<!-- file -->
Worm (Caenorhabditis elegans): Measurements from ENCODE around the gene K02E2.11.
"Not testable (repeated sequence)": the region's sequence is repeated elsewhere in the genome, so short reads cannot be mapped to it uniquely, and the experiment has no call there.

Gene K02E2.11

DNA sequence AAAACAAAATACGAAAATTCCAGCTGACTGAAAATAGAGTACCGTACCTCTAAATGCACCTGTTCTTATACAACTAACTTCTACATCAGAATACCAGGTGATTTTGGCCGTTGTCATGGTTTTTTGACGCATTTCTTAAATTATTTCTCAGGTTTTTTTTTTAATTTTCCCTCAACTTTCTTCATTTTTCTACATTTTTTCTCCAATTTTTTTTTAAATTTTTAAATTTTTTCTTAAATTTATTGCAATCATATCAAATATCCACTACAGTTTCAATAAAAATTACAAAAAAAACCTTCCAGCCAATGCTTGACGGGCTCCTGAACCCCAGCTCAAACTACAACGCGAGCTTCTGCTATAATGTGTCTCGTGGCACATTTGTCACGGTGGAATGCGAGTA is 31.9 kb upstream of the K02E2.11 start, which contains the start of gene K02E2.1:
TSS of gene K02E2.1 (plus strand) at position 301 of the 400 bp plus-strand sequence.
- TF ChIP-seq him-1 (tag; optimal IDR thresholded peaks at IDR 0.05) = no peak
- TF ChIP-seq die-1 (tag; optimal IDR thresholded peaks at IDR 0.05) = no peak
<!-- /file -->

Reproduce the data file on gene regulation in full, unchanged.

Worm (Caenorhabditis elegans): Measurements from ENCODE around the gene K02E2.11.
"Not testable (repeated sequence)": the region's sequence is repeated elsewhere in the genome, so short reads cannot be mapped to it uniquely, and the experiment has no call there.

Gene K02E2.11

DNA sequence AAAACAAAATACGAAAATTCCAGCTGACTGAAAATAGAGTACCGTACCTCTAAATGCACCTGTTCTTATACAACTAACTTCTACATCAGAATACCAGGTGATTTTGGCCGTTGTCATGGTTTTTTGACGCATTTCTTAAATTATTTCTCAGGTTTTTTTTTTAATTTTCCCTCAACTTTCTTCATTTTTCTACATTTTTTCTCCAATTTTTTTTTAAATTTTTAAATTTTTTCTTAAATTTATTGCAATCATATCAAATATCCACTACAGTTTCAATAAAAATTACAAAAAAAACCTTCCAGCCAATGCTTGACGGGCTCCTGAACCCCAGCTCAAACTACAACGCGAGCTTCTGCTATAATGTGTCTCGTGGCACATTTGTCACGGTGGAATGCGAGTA is 31.9 kb upstream of the K02E2.11 start, which contains the start of gene K02E2.1:
TSS of gene K02E2.1 (plus strand) at position 301 of the 400 bp plus-strand sequence.
- TF ChIP-seq him-1 (tag; optimal IDR thresholded peaks at IDR 0.05) = no peak
- TF ChIP-seq die-1 (tag; optimal IDR thresholded peaks at IDR 0.05) = no peak